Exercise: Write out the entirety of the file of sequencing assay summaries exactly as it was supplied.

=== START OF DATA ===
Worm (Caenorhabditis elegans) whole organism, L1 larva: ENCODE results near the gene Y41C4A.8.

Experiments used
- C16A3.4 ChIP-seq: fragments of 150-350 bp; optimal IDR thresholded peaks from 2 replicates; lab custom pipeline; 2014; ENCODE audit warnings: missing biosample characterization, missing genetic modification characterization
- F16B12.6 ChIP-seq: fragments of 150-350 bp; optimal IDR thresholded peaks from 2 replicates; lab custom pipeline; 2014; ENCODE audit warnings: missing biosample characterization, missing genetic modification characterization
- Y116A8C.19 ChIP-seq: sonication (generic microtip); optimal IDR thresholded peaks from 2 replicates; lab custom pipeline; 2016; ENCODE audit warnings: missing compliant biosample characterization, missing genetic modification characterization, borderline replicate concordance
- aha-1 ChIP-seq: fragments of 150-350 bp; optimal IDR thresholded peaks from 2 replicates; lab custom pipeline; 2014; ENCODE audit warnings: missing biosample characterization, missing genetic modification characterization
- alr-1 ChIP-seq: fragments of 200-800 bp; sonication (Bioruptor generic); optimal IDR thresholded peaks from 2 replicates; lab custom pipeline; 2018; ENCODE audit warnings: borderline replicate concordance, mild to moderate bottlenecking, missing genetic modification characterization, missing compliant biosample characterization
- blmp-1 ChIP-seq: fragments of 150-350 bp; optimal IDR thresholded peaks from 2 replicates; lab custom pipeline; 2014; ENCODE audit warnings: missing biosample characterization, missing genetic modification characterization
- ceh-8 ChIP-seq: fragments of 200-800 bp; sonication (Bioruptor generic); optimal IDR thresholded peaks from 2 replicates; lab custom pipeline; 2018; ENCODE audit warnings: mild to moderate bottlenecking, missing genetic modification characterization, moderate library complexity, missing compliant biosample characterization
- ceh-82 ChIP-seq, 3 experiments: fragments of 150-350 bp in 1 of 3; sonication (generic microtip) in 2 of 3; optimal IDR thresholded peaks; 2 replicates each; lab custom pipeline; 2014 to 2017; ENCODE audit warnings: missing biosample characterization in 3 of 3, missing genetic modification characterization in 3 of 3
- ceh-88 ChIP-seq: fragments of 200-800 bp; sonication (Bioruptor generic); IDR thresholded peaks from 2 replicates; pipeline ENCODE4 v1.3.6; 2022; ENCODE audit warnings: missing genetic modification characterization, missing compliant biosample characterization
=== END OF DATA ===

Worm (Caenorhabditis elegans) whole organism, L1 larva: ENCODE results near the gene Y41C4A.8.

Experiments used
- C16A3.4 ChIP-seq: fragments of 150-350 bp; optimal IDR thresholded peaks from 2 replicates; lab custom pipeline; 2014; ENCODE audit warnings: missing biosample characterization, missing genetic modification characterization
- F16B12.6 ChIP-seq: fragments of 150-350 bp; optimal IDR thresholded peaks from 2 replicates; lab custom pipeline; 2014; ENCODE audit warnings: missing biosample characterization, missing genetic modification characterization
- Y116A8C.19 ChIP-seq: sonication (generic microtip); optimal IDR thresholded peaks from 2 replicates; lab custom pipeline; 2016; ENCODE audit warnings: missing compliant biosample characterization, missing genetic modification characterization, borderline replicate concordance
- aha-1 ChIP-seq: fragments of 150-350 bp; optimal IDR thresholded peaks from 2 replicates; lab custom pipeline; 2014; ENCODE audit warnings: missing biosample characterization, missing genetic modification characterization
- alr-1 ChIP-seq: fragments of 200-800 bp; sonication (Bioruptor generic); optimal IDR thresholded peaks from 2 replicates; lab custom pipeline; 2018; ENCODE audit warnings: borderline replicate concordance, mild to moderate bottlenecking, missing genetic modification characterization, missing compliant biosample characterization
- blmp-1 ChIP-seq: fragments of 150-350 bp; optimal IDR thresholded peaks from 2 replicates; lab custom pipeline; 2014; ENCODE audit warnings: missing biosample characterization, missing genetic modification characterization
- ceh-8 ChIP-seq: fragments of 200-800 bp; sonication (Bioruptor generic); optimal IDR thresholded peaks from 2 replicates; lab custom pipeline; 2018; ENCODE audit warnings: mild to moderate bottlenecking, missing genetic modification characterization, moderate library complexity, missing compliant biosample characterization
- ceh-82 ChIP-seq, 3 experiments: fragments of 150-350 bp in 1 of 3; sonication (generic microtip) in 2 of 3; optimal IDR thresholded peaks; 2 replicates each; lab custom pipeline; 2014 to 2017; ENCODE audit warnings: missing biosample characterization in 3 of 3, missing genetic modification characterization in 3 of 3
- ceh-88 ChIP-seq: fragments of 200-800 bp; sonication (Bioruptor generic); IDR thresholded peaks from 2 replicates; pipeline ENCODE4 v1.3.6; 2022; ENCODE audit warnings: missing genetic modification characterization, missing compliant biosample characterization